How to record relatives’ addresses in the York General Burying Ground records

As we move into more recent records at the York General Burying Ground, the clerk occasionally notes a location (usually a street name) for some individuals in the “relationship” column.

Three occurrences of addresses—March Street, Front Street and Yorkville

Please record that location information in the “Nearest Relation: Address” field. If you followed my instructions for reorganizing the fields, the “Nearest Relation: Address” field will be hidden. You’ll need to retrieve it using the same “Organize Fields” tool under the File menu. Just highlight it and click on the arrow to bring it back to the active left side.

Don’t worry if you already bypassed some of these addresses, we’ll likely catch them in arbitration!

Reorganize fields for the York General Burying Ground

Some of you may have already downloaded a batch from the York General Burying Ground—the earliest cemetery in our project. I’ll write more later, but you should consider reorganizing fields to make indexing easier.

You’ll find instructions in my November 5 blog entry. Here’s what the re-organized fields should look like:

York General Burying Ground-fields

Tricks for deciphering that careless handwriting!

L to R: Reduce, Enlarge, Invert (negative), Brightness/contrast

L to R: Reduce, Enlarge, Invert (switch to negative), Brightness/contrast

Don’t you sometimes wish you could ask that clerk why he didn’t use better ink, or a sharper pen, or at least why he didn’t take his time? Did he not realize that we’d be trying to read his writing 100 years later!

Here are a few tricks you can try:

  • Enlarging and reducing the size. You’ll find the enlarging controls at the top left of the indexing screen, just above the image (the plus and minus buttons.) It is not always the case that bigger is better. Sometimes seeing a letter or word in context  will help.
  • Darkening the page to make very faint ink look denser. You can also change the contrast. Use the “sun” button at the top left to get sliders for brightness and contrast. It may take a few seconds for your screen to show the change.
  • Strange, but true, that sometimes switching to a negative image make fine lines stand out really well. This technique slows the computer down a little, so be patient. The button to “invert” the image, also at the top left, is black and white split diagonally.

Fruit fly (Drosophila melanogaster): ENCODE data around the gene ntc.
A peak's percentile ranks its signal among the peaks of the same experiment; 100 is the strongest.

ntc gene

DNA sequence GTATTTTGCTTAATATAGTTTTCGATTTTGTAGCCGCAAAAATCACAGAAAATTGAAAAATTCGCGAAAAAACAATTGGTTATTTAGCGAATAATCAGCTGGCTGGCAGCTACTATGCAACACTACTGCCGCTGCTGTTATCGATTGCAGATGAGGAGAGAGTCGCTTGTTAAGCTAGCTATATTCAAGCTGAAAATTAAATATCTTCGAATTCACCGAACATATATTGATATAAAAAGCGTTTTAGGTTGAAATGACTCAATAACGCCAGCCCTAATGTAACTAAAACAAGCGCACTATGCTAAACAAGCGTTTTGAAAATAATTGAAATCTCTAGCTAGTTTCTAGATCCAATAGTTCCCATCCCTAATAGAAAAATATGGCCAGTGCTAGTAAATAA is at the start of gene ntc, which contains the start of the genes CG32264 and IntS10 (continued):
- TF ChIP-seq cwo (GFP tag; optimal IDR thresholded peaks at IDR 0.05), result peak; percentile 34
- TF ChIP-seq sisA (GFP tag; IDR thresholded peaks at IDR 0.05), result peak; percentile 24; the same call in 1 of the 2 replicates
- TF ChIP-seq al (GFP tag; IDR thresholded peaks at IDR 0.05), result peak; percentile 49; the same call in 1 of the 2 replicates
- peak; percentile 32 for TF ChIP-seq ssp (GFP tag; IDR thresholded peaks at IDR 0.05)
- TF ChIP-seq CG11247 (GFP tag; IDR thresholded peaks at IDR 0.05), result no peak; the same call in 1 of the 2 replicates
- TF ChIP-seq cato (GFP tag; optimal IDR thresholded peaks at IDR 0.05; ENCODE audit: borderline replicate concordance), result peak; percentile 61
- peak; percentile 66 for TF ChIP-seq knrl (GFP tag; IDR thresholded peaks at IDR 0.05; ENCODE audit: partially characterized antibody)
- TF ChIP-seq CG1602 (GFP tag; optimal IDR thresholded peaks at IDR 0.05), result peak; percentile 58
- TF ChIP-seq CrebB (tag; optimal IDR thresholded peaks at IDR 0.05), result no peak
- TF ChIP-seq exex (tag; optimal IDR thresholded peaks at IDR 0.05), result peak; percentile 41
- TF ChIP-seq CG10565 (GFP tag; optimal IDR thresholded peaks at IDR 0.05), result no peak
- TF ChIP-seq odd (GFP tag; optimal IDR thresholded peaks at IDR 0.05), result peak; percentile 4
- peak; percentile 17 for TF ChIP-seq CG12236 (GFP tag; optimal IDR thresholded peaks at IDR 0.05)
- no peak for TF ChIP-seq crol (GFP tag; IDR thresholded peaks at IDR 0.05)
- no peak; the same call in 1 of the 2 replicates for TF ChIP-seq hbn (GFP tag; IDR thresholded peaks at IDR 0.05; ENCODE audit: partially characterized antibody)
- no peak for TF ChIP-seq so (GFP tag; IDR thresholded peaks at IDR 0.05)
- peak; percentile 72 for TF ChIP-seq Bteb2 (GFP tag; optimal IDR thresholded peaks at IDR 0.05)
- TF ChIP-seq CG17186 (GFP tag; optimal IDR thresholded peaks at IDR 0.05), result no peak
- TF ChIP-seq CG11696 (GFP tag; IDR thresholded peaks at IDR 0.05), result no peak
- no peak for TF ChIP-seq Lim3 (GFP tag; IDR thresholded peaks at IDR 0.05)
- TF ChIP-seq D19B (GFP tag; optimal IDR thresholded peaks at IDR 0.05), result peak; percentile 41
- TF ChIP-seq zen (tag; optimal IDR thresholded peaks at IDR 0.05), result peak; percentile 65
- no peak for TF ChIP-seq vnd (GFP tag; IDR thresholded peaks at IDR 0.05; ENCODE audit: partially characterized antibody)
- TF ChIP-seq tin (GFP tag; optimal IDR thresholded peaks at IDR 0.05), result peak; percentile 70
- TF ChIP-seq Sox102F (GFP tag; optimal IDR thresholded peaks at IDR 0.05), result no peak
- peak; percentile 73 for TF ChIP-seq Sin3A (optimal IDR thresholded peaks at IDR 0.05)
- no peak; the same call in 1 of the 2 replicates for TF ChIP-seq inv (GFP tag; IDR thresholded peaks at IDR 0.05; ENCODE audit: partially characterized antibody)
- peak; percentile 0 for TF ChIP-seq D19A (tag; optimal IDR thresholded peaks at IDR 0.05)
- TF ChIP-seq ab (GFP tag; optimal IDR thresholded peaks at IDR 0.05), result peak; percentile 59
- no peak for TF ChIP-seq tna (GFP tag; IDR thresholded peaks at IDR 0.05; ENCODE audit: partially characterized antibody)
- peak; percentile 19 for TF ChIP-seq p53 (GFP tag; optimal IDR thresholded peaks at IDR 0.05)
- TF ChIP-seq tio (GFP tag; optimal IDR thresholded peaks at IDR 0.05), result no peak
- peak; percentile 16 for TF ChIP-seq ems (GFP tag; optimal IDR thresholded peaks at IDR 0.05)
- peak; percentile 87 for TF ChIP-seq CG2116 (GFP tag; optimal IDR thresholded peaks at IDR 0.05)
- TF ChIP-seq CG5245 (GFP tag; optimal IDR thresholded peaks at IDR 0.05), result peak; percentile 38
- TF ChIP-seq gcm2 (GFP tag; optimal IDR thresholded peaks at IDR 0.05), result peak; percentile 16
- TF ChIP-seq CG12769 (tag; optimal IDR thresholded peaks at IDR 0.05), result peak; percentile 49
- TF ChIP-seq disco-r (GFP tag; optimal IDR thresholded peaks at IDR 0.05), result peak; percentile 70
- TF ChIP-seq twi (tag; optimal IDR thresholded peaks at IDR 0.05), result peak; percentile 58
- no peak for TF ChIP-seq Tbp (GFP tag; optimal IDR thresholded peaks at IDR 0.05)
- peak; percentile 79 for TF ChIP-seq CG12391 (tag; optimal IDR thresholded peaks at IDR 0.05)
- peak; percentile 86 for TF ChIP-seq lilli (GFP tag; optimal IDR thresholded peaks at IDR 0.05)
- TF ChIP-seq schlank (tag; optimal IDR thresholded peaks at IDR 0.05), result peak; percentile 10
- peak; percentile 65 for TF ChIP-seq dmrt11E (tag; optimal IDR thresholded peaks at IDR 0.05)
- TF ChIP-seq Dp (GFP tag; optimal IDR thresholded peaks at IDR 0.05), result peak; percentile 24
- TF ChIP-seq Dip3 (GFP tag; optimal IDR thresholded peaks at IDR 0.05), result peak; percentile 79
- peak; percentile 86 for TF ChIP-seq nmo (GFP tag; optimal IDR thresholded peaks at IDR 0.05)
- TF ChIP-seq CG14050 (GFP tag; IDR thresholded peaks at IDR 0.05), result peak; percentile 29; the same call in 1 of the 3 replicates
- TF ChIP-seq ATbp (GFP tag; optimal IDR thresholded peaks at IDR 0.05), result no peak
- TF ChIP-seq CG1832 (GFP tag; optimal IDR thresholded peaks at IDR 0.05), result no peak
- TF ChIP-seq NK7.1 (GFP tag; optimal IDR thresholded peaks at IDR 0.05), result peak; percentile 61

• Share a batch with another transcriber. Sometimes what you need is a second opinion. Go to the “File” menu at the top left and select “share batch”. You will get a number that you can e-mail to another project member, who will be able to open the same batch and be that other pair of eyes.

We’re all working with different computers and screens, and yes,—EYES. If you come upon a batch that you are finding really difficult, and you think it may be either your equipment or your eyesight that is the problem, the best route might be for you to send the batch back for someone else to do. Look for “Return batch” under the “File” menu.

No problem. There are lots of other batches to go around. Don’t feel you have to struggle!

Recording additional property owners

Quite frequently, we’ve been coming across plots with multiple owners–likely siblings in most cases. We have been recording only the first owner which meant that we might be missing the opportunity to index additional family surnames .

NEW: If there are two or more owners, record all the first names, separated with the word “or” in the “Property of: Given Name” field. For instance, “John or Peter or Susan”. Record all the surnames in the “Property of: Surname” field, again, separated with “or”. For instance, ” Cooper or Smith or Brown”.

If the given names have been abbreviated, do not expand them. If you can’t decipher a name, use ctrl+u to mark it unreadable.

How do I deal with two names on one line?

Indexer Pat Jeffs has brought forward a anomaly in the Mount Pleasant registers for which we now have an answer. Pat noted that, in a couple of cases, there were two individuals listed on a single line in the register–one set of twin infants, and a husband and wife.

Each individual should have a separate line entry. Do them in the order written. The line numbers increase automatically, but you can change them. The second number will be a duplicate, but that’s OK.

Remember that if there’s not an actual name the line should be marked as a blank; don’t be tempted to use “wife” or “child”, etc.

Instructions for this problem have now been added to the field help screens. Thank you to Pat (from England) for asking, and Rose (from Utah) for providing the answer.